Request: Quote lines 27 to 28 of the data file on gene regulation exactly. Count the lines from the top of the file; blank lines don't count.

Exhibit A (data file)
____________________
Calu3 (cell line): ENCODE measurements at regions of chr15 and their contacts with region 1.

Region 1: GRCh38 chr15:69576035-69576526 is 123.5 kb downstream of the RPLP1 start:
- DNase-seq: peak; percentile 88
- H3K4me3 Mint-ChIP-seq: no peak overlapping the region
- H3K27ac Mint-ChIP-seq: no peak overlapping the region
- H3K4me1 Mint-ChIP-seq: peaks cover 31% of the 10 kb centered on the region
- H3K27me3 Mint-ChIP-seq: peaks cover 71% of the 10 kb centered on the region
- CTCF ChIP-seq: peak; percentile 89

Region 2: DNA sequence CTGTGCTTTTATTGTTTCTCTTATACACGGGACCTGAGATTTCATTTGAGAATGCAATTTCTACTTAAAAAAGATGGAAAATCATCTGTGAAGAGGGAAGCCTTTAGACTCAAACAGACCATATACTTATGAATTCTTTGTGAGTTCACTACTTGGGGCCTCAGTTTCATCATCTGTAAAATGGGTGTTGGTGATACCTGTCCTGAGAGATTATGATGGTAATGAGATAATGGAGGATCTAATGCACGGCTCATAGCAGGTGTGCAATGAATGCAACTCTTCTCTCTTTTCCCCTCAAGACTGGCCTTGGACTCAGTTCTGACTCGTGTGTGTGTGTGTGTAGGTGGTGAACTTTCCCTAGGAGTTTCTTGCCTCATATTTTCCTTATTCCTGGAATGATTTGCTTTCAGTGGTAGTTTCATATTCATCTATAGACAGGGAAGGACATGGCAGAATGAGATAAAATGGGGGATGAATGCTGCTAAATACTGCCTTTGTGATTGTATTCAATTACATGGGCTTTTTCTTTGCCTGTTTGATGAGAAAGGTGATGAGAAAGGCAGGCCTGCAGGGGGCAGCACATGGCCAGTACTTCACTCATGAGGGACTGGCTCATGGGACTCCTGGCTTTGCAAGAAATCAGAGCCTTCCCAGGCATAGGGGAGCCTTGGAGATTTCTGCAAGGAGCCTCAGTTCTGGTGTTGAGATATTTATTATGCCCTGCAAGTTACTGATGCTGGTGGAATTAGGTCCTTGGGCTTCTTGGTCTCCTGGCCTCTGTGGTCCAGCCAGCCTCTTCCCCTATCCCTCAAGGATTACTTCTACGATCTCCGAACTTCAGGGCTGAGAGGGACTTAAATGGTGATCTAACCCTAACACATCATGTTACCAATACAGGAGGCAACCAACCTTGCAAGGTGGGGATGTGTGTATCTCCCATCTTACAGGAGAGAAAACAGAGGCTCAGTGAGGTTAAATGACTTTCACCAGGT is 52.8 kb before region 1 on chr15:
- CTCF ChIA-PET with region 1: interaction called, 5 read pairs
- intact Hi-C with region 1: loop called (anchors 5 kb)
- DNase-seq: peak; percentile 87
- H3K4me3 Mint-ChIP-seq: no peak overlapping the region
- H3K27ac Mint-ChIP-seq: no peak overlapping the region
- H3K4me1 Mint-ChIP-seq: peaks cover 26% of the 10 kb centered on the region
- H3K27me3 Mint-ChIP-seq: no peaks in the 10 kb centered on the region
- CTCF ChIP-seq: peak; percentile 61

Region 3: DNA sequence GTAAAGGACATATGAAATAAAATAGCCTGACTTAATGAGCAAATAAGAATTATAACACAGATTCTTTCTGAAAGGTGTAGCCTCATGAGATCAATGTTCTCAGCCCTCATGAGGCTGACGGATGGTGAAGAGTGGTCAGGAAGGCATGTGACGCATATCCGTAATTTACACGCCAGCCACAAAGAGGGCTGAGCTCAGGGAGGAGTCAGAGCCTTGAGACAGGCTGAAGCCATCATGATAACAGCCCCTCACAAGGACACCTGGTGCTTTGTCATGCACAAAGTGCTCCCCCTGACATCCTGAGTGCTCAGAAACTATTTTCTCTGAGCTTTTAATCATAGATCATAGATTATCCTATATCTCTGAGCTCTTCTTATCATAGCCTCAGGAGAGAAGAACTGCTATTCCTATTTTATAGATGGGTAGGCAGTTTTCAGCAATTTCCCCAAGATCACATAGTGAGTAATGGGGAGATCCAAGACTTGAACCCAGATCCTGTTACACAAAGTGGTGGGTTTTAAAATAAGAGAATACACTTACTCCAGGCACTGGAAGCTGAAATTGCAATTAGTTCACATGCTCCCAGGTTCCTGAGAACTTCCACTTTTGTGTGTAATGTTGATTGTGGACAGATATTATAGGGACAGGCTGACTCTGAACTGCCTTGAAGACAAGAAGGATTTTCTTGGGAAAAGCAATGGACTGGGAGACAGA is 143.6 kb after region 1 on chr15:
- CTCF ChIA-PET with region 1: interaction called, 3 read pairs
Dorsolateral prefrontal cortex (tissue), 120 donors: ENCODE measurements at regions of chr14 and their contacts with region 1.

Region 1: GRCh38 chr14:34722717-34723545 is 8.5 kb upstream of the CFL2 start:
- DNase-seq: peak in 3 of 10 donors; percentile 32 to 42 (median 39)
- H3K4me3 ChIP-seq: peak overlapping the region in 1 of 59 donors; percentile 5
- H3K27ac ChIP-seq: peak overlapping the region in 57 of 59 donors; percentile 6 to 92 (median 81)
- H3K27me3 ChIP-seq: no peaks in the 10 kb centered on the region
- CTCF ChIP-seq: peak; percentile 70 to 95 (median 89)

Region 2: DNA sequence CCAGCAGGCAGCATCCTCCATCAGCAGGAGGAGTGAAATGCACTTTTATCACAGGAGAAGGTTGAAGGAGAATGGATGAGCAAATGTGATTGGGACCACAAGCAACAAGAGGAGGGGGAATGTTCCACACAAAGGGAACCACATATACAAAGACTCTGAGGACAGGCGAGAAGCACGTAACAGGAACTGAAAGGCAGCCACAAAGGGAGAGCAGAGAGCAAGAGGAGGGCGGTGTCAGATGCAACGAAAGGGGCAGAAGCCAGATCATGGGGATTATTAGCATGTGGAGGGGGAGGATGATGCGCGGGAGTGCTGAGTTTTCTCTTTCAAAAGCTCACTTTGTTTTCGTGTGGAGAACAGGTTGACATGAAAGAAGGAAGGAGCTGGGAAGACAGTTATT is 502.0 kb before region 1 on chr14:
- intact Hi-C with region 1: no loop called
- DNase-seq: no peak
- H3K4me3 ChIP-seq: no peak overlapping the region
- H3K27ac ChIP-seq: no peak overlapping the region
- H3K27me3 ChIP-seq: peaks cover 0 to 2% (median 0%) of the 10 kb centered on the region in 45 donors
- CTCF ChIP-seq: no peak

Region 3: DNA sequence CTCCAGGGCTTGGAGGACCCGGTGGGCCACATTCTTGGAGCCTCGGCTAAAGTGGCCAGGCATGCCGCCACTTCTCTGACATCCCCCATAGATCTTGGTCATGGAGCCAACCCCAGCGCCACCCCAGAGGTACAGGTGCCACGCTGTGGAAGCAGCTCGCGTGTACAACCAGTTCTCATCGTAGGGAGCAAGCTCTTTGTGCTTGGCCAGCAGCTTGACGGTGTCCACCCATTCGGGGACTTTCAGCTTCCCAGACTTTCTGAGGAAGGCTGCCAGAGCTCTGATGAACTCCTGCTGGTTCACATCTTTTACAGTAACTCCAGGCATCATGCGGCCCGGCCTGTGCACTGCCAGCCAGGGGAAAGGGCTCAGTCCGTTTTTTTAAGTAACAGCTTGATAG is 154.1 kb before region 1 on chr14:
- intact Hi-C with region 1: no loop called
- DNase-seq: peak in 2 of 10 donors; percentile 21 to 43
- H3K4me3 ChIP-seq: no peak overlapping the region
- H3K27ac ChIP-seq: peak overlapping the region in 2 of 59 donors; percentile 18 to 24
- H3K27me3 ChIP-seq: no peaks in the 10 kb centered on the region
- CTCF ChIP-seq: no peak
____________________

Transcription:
Region 2: DNA sequence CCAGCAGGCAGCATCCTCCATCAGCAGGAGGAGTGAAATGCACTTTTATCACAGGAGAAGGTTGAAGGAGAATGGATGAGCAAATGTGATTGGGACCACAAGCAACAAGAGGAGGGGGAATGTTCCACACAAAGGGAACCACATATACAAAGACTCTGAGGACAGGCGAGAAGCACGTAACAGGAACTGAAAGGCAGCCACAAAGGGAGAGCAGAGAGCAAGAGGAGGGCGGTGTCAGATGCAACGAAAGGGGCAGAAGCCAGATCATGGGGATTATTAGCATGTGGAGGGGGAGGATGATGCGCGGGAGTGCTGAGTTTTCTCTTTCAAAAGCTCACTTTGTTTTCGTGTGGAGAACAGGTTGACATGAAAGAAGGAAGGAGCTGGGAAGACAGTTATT is 502.0 kb before region 1 on chr14:
- intact Hi-C with region 1: no loop called